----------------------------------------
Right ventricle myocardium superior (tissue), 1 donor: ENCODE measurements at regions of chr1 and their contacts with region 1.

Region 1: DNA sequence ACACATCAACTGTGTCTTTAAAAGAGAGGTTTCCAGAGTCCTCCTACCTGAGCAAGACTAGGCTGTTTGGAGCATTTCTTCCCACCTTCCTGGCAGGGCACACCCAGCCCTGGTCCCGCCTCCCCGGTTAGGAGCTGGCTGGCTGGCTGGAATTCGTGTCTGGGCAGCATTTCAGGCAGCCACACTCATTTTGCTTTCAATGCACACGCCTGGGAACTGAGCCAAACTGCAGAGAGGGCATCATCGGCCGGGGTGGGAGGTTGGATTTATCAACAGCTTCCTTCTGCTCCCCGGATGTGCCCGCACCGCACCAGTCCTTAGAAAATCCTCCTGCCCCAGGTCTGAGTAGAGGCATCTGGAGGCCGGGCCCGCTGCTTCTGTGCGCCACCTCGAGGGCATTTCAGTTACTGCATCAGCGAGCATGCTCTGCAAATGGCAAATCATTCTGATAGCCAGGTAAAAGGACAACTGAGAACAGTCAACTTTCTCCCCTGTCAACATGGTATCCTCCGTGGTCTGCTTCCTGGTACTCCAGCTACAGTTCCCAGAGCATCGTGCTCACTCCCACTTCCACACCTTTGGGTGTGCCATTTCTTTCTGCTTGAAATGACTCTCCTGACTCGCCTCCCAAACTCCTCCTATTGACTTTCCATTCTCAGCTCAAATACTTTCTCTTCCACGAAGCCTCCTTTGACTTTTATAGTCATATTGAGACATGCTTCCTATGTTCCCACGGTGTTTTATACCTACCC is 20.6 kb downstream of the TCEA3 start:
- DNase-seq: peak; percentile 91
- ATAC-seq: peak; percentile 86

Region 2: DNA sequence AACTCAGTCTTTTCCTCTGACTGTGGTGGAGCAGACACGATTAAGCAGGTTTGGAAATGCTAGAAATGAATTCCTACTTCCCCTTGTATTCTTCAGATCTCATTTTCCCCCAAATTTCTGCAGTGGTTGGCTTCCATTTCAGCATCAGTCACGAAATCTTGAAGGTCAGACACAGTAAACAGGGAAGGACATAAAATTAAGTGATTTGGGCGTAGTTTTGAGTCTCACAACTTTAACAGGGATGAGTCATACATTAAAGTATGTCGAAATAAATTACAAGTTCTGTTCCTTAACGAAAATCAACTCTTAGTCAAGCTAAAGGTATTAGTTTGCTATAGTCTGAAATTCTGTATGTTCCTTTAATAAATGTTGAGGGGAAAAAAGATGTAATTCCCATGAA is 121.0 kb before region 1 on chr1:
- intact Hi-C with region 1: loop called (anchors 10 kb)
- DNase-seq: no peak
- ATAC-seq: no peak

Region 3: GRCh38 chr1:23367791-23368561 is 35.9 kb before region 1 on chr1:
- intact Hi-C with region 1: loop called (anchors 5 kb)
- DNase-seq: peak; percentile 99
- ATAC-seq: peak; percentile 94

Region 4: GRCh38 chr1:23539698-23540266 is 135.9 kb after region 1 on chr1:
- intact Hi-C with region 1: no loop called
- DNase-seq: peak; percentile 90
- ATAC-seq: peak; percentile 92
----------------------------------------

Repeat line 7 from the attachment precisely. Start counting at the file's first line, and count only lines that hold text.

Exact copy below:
- DNase-seq: no peak